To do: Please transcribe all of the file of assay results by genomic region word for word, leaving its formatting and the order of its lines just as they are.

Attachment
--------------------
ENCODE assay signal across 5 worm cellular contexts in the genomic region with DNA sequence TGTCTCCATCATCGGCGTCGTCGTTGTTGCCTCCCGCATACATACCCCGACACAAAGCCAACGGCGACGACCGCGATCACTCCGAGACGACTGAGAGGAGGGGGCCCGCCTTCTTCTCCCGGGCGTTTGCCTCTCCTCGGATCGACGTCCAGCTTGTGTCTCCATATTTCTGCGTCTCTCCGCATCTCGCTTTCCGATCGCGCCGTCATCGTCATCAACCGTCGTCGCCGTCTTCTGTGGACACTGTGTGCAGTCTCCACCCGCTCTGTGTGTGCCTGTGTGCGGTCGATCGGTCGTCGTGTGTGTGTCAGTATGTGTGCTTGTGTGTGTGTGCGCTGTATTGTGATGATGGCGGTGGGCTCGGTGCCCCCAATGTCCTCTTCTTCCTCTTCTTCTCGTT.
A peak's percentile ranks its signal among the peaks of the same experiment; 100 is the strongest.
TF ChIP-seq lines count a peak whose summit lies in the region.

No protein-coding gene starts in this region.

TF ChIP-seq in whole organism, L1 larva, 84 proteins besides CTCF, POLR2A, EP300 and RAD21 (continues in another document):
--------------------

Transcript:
ENCODE assay signal across 5 worm cellular contexts in the genomic region with DNA sequence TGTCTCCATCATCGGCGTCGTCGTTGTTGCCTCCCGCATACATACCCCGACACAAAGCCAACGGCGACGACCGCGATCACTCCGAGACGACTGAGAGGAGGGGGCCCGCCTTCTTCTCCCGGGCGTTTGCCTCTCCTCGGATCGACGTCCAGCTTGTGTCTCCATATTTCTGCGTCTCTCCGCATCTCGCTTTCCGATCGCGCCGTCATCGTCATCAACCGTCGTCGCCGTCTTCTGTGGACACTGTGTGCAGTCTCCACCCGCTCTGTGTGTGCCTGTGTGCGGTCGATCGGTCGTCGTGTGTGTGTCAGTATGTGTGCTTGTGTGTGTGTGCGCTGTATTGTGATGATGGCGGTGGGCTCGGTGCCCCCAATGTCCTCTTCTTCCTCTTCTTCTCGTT.
A peak's percentile ranks its signal among the peaks of the same experiment; 100 is the strongest.
TF ChIP-seq lines count a peak whose summit lies in the region.

No protein-coding gene starts in this region.

TF ChIP-seq in whole organism, L1 larva, 84 proteins besides CTCF, POLR2A, EP300 and RAD21 (continues in another document):